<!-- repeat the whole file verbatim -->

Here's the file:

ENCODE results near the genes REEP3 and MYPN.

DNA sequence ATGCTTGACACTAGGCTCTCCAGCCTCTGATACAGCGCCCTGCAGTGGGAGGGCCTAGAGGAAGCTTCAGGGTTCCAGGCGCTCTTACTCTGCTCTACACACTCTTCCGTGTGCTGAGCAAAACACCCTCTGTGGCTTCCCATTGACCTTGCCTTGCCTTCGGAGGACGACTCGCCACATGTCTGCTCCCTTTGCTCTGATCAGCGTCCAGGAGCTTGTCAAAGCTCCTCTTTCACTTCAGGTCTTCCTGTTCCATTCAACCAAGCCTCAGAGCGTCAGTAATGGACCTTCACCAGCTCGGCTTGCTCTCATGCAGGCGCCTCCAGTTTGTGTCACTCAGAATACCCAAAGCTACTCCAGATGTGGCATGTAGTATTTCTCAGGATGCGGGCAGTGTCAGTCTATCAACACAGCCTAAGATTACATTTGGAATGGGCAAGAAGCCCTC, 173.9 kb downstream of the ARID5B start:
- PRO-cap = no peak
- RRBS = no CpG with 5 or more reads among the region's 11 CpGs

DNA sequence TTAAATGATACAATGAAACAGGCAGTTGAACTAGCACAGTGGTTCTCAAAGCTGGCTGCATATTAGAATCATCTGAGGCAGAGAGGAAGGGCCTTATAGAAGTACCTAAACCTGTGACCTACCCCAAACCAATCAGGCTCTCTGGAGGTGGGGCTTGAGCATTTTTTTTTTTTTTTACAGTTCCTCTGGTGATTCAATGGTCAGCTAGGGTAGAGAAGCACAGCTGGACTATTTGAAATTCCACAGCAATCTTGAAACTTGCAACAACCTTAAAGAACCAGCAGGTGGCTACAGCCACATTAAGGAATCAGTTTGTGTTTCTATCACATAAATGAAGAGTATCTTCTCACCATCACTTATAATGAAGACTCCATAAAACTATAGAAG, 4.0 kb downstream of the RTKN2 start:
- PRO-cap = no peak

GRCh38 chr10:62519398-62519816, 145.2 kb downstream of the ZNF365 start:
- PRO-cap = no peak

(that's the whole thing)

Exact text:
ENCODE results near the genes REEP3 and MYPN.

DNA sequence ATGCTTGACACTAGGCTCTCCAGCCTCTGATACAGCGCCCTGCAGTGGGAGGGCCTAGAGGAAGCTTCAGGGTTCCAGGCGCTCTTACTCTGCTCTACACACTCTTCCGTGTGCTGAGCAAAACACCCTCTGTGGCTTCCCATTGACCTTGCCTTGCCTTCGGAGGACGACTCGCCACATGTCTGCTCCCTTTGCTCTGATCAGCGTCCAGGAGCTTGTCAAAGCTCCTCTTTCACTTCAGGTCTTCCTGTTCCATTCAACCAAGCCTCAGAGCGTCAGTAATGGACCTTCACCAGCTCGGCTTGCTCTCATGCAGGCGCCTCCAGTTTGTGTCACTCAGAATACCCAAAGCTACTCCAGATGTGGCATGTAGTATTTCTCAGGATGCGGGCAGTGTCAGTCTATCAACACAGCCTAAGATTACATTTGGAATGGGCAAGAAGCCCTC, 173.9 kb downstream of the ARID5B start:
- PRO-cap = no peak
- RRBS = no CpG with 5 or more reads among the region's 11 CpGs

DNA sequence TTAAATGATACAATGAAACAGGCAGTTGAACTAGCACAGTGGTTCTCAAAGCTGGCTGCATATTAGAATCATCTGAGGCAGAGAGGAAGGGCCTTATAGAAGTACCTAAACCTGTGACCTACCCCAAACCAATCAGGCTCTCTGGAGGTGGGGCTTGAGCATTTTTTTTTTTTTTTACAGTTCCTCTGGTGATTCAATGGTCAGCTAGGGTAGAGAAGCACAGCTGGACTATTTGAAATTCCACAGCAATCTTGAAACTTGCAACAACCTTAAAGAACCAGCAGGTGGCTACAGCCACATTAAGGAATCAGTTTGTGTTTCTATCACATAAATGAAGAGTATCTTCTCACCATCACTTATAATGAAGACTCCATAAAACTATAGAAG, 4.0 kb downstream of the RTKN2 start:
- PRO-cap = no peak

GRCh38 chr10:62519398-62519816, 145.2 kb downstream of the ZNF365 start:
- PRO-cap = no peak